This post will serve as something of a writing update, since I may not engage in them on more than a monthly basis for a while. But NaNoWriMo holds a special place in my heart, and I wanted to talk about it before I plunge headlong into it in a few hours.
I’m happy that I managed to finish off my October project and write a two-sentence horror story for every day of the month. I’ve been pleased and humbled to watch my views, visits, and likes increase as I put out content on a daily, consistent basis. If you’re ever in the mood for a month’s worth of tiny bites of creepy content, I’m proud to stand by this collection as a flawed, fun set of unsettling goodness.
I’ve mostly managed to keep the 500 words per day writing goal intact, though I will admit there have been a few days where that simply hasn’t happened. With November upon me, I should have no problem (I’d better not, at any rate) keeping this goal met. I also intend to keep writing for other sites as well, so while there may not be as many posts from me on this blog this month, there should be plenty of content on my Facebook page for anyone who cares to follow along.
Now, on to NaNoWriMo.
I’ve participated in National Novel Writing Month three times in the last few years. I’ve succeeded at it once, and I say this with no shame whatsoever. Even when I’ve failed, I’ve at least tried to write a novel, and I’ve managed to create content whenever I otherwise might not have done so. It’s a worthwhile, noble endeavor to undertake, and when you hit that 50,000 word threshold, it feels like you’ve won a mighty victory. You have written a novel’s worth of words, after all.
In the past few days, I’ve seen a number of friends in my online social circles talking about NaNoWriMo, often with trepidation and apprehension. Some have been downright pessimistic, saying something along the lines of, “I might try this, but I really just think I’ll flake/putter out/fail in some other fashion.” I’d like to address this phenomenon directly.
It’s fine to feel apprehensive about trying to write a 50,000 word novel in just 30 days. Doing so is a gargantuan task, and the fact that you’re pouring all that focus, energy, and concentration on one large work or project is intimidating as hell. But one of the worst things you can do is set yourself up to fail.
Say this with me: self-deprecation is not okay for NaNoWriMo.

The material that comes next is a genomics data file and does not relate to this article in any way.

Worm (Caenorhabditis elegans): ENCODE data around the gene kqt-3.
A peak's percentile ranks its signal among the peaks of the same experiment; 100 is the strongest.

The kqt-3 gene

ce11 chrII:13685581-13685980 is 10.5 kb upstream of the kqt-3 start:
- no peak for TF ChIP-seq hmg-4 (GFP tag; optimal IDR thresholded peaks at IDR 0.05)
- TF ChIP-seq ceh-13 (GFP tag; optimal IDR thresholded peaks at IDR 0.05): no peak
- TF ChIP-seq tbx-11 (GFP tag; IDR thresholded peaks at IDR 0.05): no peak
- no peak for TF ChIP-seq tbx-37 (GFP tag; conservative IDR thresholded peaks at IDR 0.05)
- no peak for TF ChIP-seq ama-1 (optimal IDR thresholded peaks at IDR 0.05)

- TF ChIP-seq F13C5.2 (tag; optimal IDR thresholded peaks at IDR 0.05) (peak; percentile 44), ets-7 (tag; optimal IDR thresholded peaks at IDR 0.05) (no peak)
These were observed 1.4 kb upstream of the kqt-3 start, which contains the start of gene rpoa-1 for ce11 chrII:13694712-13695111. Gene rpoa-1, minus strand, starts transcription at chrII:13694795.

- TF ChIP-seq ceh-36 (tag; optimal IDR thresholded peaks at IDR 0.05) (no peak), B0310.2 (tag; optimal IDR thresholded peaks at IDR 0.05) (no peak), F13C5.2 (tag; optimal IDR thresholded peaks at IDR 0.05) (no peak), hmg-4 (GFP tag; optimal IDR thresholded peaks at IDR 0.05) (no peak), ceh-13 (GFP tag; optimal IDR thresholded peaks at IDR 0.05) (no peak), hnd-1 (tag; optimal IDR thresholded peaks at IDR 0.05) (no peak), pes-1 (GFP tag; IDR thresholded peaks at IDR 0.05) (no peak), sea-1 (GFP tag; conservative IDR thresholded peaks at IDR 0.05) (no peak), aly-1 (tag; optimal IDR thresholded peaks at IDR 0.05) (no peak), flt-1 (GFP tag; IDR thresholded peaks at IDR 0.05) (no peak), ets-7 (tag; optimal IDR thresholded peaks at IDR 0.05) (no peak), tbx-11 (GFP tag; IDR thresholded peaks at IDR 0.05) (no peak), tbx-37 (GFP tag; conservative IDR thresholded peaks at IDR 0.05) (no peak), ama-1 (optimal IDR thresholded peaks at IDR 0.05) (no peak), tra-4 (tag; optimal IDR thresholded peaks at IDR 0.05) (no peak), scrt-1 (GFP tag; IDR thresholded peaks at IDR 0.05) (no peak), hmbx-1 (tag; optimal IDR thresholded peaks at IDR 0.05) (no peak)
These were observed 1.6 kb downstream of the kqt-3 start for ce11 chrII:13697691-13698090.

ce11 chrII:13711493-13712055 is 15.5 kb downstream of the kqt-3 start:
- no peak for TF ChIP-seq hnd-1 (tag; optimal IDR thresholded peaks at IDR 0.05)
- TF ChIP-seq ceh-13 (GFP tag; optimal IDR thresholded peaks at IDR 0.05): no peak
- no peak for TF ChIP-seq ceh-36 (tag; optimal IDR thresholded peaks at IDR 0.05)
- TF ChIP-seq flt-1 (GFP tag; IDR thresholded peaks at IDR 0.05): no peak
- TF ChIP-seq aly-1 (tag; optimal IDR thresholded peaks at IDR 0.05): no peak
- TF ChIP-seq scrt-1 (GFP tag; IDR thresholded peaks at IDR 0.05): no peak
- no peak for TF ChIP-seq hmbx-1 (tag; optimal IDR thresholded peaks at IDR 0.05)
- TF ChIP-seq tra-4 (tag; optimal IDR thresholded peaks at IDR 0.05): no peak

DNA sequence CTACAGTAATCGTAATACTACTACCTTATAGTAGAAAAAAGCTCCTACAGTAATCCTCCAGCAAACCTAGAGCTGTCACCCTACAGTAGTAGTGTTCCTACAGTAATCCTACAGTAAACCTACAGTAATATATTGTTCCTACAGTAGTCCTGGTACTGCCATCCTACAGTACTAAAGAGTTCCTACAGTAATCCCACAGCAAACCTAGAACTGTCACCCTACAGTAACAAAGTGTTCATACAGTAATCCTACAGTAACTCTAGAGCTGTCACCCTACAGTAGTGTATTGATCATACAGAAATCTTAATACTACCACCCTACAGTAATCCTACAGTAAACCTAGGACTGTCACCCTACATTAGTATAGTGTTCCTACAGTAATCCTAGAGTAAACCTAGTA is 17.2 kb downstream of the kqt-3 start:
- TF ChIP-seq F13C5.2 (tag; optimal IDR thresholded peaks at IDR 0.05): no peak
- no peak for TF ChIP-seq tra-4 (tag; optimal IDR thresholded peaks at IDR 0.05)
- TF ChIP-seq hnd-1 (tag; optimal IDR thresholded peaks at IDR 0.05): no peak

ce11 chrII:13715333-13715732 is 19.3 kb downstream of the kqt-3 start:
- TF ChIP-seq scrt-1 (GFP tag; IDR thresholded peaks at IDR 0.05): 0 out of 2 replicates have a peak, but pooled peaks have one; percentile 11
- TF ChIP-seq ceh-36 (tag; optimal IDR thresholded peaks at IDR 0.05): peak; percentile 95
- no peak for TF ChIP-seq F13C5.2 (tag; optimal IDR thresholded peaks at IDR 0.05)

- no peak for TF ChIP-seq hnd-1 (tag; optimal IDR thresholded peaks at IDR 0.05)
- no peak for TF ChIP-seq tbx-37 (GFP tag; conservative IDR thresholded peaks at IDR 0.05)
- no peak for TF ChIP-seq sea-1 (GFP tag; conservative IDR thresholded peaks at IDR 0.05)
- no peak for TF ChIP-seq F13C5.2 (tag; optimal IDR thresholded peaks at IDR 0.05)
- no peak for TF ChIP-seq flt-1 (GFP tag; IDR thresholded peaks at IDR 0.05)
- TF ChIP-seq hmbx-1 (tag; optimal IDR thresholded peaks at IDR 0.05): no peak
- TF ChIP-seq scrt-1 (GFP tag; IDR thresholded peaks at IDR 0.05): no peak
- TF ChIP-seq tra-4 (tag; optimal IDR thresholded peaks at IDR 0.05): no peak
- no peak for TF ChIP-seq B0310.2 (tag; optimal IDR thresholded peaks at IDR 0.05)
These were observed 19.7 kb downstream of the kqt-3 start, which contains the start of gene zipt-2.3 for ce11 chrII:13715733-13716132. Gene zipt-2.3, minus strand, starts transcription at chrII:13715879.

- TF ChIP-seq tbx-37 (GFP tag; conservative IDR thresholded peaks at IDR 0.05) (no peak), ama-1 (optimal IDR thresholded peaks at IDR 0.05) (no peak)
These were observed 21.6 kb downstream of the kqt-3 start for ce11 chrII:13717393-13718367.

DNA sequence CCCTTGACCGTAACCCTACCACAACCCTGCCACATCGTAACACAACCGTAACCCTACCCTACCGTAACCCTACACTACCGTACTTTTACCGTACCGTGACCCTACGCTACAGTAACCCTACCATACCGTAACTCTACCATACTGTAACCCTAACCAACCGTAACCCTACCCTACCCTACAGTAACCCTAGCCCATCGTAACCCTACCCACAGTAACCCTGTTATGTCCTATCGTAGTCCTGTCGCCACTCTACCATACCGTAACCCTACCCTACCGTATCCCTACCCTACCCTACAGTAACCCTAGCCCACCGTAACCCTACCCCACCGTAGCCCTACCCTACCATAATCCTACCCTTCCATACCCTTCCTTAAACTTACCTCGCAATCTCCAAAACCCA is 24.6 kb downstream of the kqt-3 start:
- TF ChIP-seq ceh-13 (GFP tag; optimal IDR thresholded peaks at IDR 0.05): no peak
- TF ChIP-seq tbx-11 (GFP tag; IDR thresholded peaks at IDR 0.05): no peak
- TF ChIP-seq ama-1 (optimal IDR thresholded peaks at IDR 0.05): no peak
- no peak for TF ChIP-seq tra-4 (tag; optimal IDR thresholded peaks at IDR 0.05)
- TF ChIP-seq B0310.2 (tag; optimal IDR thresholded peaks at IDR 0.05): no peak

The year that I succeeded in doing so, it took every bit of will, discipline, and determination I had. I gave up video games that month, foregoing my X-Box so I could get my 1700 words per day written. I was less available for friends, socializing, and often even family (except Thanksgiving. I’m not completely dense). Even in the home stretch, I wondered how I could possibly complete this task before my mental fortitude gave out.
I did not–could not–allow myself to contemplate the possibility of failure, even for humorous purposes. Whenever that particular demon reared its head, I bore down and kept writing. Even if it sucked. Even if it was just to put words to paper and increase my word count. I would see how other writers were doing. I would look for support. And I always got it. And I kept writing.
And eventually I climbed the 50,000 word mountain.
I’m not exactly thrilled with my victory novel from that year. My novel from that year may have hit 50,000 words, but its story wasn’t finished. It was glaringly weak in places. And, I’m somewhat ashamed to admit, it hasn’t receive much work since then. But dammit, I proved I could get that amount of words written. I could write a novel’s worth of words. And as Captain Malcolm Reynolds, “That ain’t nothing.” And I intend to build upon that.
My biggest piece of advice for NaNoWriMo participants is to do the opposite of what I’ve recently seen. Tell yourself you can do this, just for one month. Join a write-in and get to know other participants. Seek support from other writers. Don’t allow any of your doubts to get a foothold this month. Banish them. I know how devastating they can be, and how easy and soothing they can make the temptation to quit, or even slack for a day or six.
Push through. Write all month. It’s just for this month.
I will do it this year. And so can you.